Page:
When it comes to women, Pope Francis has five strikes against him, but he also has some good points.
First strike: He is male. Any man who thinks he has something to say about women to women needs his head examined. The smartest thing men can do when it comes to women's topics is shut up and listen.
Second, he is celibate. Not having sex is not what makes celibates ignorant of women; it is not having a wife to set you straight when you say something dumb.
Not having daughters is also a problem. "Get real, Dad!" is not something celibate males hear, but they should. Nor is there anything like cheering on your daughter's soccer team to turn an otherwise Neanderthal male into a feminist.
Presidents of Jesuit high schools and colleges got scores of complaints from alumni when their institutions first went co-ed. A few years later, these same alumni were trying to get their daughters into Jesuit schools. Having a daughter makes a man more sympathetic to the rights of women.
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Pardon the stereotyping, but the third strike against Francis is that he is Latin American. Latin American culture is patriarchal and paternalistic. Times are changing, but being "macho" is part of the Latin American male's DNA.
The fourth strike against Francis is that he has no experience of first-world feminism. In the U.S., we have had decades to learn and absorb feminist views. It has been impossible to get a college education or watch television without being confronted with feminist perspectives. You may love it or hate it, but you can't ignore it.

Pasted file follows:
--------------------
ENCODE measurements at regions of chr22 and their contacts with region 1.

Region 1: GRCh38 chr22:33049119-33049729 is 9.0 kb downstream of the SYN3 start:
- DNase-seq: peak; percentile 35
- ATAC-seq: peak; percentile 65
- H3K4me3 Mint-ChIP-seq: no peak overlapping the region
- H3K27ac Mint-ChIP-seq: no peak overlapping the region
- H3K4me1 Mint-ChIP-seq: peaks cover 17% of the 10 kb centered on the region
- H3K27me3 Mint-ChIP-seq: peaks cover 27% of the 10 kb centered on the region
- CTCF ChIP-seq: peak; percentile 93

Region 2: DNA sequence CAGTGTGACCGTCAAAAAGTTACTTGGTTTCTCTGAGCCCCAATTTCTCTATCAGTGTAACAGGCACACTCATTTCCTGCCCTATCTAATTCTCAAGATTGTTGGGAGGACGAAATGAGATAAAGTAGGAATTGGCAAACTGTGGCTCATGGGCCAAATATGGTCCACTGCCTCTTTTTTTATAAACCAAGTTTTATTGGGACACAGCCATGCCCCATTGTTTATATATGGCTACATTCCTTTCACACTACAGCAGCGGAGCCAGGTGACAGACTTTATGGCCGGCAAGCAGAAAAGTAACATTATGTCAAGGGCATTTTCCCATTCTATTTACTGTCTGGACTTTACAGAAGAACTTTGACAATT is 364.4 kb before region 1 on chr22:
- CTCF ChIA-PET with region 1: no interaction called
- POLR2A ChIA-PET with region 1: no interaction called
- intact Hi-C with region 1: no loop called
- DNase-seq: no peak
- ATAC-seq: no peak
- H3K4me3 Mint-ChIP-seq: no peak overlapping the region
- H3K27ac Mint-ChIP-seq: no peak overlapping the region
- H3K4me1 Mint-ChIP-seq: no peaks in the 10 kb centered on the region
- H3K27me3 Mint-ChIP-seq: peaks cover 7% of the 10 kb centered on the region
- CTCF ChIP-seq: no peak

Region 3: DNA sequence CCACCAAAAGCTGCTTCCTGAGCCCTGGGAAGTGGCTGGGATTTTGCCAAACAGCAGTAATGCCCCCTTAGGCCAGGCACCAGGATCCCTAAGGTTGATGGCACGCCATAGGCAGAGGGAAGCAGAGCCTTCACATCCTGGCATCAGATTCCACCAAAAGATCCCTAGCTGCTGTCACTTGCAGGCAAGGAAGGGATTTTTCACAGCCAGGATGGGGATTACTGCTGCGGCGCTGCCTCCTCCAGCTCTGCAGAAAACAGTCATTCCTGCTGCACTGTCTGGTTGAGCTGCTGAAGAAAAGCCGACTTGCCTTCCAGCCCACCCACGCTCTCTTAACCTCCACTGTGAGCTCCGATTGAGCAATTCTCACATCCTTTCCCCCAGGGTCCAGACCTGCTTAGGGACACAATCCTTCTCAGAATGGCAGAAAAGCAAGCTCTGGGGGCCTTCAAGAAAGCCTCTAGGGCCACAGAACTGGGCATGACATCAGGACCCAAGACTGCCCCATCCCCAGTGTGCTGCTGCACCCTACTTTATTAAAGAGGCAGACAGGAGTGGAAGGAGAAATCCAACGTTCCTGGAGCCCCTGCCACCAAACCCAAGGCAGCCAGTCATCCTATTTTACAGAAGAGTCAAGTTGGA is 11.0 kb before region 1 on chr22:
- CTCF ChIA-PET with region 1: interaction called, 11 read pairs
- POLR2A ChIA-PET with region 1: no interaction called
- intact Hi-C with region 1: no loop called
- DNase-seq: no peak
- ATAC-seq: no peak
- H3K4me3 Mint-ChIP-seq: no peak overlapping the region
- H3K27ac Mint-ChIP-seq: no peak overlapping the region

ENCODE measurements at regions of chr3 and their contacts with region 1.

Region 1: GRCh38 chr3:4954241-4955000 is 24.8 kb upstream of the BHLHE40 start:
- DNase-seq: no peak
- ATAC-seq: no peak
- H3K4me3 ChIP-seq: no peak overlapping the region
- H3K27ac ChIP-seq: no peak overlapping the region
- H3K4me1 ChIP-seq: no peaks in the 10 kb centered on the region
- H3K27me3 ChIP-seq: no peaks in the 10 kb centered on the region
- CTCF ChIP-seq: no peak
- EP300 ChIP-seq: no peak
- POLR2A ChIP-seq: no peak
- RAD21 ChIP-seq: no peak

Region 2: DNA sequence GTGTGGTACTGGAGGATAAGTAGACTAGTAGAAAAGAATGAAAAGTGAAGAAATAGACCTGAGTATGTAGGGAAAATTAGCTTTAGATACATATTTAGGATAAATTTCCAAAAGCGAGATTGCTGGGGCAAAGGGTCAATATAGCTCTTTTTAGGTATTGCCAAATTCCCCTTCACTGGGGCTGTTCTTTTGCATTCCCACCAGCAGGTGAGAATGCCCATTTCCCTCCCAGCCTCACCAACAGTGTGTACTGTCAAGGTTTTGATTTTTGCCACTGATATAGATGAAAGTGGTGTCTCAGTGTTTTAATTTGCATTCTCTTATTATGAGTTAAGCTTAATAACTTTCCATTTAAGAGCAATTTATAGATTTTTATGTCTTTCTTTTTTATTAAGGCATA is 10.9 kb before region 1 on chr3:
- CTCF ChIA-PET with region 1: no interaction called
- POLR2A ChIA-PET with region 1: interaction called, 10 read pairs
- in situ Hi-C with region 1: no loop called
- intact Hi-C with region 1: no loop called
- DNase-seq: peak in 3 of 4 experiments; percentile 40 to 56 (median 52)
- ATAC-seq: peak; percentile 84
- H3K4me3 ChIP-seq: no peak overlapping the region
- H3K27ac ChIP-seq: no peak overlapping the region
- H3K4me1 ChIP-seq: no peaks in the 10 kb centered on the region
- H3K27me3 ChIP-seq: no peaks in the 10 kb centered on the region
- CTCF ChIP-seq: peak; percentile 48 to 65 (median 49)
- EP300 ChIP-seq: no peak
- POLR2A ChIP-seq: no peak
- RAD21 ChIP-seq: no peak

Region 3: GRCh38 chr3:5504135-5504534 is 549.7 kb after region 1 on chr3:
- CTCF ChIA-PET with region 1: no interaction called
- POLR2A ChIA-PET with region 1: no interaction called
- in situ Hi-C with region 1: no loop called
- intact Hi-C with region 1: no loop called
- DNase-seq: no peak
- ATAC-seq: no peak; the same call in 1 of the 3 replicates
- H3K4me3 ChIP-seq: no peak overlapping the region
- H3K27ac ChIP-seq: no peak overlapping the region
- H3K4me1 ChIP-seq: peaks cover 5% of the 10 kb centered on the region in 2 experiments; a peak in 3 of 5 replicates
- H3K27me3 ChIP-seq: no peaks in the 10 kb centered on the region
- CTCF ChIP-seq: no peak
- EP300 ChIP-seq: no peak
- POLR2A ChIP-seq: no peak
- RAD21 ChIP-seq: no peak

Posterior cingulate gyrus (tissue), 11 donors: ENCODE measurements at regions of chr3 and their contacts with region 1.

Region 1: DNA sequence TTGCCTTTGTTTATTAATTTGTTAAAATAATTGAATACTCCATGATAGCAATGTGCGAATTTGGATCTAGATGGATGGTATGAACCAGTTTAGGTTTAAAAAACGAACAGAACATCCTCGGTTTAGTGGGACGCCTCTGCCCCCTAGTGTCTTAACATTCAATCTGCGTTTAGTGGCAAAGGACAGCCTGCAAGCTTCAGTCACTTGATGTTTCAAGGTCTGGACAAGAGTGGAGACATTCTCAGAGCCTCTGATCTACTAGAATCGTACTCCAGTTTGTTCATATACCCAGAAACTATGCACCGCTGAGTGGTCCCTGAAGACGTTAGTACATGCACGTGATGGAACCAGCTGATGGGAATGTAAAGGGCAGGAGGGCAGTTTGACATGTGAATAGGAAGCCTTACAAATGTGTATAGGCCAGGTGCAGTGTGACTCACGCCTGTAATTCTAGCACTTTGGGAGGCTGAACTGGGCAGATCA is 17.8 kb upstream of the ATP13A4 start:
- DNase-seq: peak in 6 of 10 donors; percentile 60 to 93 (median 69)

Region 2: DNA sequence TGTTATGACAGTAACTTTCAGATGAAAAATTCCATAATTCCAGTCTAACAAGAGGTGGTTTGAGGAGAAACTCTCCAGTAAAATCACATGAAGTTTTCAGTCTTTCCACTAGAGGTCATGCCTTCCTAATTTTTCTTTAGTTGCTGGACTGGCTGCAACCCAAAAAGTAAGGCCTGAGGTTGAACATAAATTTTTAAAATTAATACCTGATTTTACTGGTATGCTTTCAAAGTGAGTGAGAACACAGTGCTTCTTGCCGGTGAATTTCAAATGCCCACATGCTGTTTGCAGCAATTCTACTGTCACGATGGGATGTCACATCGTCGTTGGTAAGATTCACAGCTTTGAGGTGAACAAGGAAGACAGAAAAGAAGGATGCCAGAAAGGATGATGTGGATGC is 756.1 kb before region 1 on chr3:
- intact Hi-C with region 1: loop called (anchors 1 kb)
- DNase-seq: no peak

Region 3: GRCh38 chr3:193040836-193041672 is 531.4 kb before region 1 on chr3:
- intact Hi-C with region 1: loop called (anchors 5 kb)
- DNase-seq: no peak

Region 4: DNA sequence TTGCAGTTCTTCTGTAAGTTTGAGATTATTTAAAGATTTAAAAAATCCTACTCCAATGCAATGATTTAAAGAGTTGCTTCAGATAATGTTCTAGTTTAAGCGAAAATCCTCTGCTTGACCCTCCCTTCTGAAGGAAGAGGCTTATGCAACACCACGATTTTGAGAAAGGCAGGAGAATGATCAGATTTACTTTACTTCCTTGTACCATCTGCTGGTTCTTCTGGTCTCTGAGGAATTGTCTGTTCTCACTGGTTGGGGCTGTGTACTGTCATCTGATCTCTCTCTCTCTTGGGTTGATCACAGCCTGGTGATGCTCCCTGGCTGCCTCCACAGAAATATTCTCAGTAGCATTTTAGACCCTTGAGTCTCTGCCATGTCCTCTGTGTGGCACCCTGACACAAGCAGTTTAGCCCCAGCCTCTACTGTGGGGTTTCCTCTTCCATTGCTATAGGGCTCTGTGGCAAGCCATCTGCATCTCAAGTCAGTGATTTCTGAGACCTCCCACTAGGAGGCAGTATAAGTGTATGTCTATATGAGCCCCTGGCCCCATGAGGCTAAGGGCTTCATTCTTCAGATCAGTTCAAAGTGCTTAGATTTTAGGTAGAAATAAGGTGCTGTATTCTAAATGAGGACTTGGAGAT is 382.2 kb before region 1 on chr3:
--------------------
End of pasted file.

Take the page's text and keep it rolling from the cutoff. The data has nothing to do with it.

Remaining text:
Pope Francis does not know the language of first-world feminism, so he often gets in trouble even when he is trying to say something nice about women. He falls back on the language of John Paul II and uses phrases like "complementarity" or "feminine genius." Then, when he lists the special virtues of women (tender, patient, sensitive), the response is: "Shouldn't men have these virtues? What about intelligence, courage, creativity?"
The fifth strike against him is his opposition to women's ordination. Many women (and men) see this as the stained-glass ceiling in the church. As long as authority is linked to priesthood, women will have only an advisory role in the church and no real power. Why only men can preside at the Eucharist and other sacraments is not understandable to women who have seen almost all roles opened to them in society and culture.
Five strikes would normally more than put you out of the game, but Francis is no ordinary player. Most women still love Francis and can forgive him these failings because they love so many other things about him: his simplicity, his concern for the poor, his authenticity, his stress on compassion, etc.
But even on women's issues, he is not a complete ignoramus. After all, he lived in the country of Eva Peron, who was one of the most powerful Argentines of the 20th century. As a young man, Jorge Mario Bergoglio was a Peronista. And his country had a woman president long before the United States. True, he has had a rocky relationship with President Cristina Fernandez de Kirchner, but he had the same problems with her husband when he was president.
So the first point is: He is used to seeing women in powerful political roles.
Second, although he may not have experience with first-world feminism, he did learn about women's issues by listening to the concerns of women in the slums of Buenos Aires.